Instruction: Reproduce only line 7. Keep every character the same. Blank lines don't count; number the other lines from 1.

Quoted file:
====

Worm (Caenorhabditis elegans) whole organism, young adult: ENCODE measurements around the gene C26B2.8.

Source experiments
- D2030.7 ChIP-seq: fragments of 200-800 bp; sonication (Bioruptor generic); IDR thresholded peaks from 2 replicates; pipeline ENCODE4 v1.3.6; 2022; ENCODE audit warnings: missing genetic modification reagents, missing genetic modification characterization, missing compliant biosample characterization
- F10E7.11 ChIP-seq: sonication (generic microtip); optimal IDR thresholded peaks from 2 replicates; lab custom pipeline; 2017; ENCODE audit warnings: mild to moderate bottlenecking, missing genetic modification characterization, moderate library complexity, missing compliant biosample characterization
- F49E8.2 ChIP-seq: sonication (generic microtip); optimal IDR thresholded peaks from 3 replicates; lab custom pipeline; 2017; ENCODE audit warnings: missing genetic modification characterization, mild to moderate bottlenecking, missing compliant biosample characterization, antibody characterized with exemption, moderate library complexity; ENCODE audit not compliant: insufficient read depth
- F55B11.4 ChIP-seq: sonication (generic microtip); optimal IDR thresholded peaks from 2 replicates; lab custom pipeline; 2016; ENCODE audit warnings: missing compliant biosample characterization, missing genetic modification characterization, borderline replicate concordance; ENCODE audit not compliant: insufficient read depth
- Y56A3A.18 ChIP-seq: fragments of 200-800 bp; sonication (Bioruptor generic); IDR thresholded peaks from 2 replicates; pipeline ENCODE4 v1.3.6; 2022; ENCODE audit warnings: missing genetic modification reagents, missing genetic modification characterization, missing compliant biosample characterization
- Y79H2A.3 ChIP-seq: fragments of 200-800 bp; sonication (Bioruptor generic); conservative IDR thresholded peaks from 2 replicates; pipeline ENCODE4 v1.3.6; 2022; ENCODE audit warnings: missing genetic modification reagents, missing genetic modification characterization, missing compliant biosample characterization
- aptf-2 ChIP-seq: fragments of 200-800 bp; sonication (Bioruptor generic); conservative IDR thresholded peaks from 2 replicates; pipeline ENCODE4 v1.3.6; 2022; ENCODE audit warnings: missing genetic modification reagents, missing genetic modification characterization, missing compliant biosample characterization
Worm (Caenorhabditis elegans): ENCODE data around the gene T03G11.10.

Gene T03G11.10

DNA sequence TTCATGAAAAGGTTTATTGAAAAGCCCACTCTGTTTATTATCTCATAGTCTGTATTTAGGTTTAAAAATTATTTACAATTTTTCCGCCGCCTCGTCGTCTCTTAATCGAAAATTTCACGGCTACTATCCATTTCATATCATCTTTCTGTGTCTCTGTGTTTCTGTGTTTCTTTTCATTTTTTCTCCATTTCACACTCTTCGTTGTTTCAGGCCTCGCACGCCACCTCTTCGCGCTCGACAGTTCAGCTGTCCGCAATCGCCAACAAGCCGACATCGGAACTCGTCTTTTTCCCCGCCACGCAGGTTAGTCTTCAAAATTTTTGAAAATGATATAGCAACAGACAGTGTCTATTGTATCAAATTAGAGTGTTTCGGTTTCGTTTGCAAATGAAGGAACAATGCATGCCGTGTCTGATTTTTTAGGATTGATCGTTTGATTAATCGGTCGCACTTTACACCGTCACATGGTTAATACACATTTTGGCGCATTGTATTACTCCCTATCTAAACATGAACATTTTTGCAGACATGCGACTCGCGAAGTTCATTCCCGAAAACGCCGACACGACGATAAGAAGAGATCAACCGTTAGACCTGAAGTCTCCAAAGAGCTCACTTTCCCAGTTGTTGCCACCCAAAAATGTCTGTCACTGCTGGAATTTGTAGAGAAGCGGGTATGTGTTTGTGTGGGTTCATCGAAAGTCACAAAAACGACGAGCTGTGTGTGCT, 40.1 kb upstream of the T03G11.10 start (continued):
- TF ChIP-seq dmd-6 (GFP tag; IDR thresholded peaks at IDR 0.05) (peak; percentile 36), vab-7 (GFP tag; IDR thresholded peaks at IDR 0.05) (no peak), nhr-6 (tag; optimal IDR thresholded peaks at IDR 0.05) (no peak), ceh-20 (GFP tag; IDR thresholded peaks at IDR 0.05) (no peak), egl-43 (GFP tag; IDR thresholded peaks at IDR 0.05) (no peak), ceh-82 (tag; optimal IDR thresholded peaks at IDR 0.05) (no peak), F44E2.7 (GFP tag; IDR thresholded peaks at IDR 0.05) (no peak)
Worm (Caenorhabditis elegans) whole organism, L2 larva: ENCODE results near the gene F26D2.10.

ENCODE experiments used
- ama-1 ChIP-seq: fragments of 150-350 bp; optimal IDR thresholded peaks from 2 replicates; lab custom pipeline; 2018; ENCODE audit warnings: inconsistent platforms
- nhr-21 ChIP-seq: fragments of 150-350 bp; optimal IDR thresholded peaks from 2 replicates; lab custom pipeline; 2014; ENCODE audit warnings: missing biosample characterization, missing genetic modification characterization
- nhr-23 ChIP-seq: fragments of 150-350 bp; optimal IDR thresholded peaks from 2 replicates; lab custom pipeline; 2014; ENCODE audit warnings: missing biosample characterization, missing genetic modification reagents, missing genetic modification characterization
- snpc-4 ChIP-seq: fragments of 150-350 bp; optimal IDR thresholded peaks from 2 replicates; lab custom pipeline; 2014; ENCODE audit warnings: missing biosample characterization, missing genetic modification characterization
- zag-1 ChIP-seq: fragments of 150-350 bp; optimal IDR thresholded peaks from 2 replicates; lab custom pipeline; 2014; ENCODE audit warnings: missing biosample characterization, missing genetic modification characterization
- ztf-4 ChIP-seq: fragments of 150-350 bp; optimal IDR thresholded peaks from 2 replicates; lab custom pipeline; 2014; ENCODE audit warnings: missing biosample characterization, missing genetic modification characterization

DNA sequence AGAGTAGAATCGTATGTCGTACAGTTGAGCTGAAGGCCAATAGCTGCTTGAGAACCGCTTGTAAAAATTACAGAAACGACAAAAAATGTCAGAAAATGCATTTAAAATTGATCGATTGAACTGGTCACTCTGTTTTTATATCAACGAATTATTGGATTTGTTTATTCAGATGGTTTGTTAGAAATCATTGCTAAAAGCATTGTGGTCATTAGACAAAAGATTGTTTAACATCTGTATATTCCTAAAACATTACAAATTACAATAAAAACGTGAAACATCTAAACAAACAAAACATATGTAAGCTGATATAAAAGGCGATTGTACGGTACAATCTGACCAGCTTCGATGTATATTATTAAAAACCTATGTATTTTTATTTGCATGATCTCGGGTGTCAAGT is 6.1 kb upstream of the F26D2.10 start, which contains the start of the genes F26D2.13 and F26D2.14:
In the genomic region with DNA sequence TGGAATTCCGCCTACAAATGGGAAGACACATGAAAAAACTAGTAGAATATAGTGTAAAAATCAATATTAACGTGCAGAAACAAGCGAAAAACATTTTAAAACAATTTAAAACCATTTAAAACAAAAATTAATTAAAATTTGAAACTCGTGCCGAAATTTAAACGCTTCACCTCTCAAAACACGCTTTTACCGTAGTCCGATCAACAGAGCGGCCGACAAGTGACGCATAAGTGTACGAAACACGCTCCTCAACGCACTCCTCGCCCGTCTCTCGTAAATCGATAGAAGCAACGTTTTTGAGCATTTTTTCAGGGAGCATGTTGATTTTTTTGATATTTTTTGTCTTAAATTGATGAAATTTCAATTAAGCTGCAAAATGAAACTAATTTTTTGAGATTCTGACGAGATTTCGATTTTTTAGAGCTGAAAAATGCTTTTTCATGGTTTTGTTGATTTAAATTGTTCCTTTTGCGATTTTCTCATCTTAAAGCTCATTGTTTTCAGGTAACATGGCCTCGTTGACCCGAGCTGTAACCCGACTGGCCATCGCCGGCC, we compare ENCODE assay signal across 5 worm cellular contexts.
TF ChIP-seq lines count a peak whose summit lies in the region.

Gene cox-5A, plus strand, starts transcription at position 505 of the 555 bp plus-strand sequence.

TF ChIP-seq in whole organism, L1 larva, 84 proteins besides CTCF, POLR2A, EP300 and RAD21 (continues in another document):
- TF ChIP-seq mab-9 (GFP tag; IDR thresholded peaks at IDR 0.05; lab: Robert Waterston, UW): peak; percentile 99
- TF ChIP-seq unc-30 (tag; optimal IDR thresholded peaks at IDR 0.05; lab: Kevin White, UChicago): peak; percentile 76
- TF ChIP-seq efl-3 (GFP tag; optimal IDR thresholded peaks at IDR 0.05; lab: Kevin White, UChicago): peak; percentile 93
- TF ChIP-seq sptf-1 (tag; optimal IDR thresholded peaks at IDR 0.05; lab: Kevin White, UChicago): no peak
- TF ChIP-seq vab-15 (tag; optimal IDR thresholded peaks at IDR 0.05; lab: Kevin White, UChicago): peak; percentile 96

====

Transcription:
- Y56A3A.18 ChIP-seq: fragments of 200-800 bp; sonication (Bioruptor generic); IDR thresholded peaks from 2 replicates; pipeline ENCODE4 v1.3.6; 2022; ENCODE audit warnings: missing genetic modification reagents, missing genetic modification characterization, missing compliant biosample characterization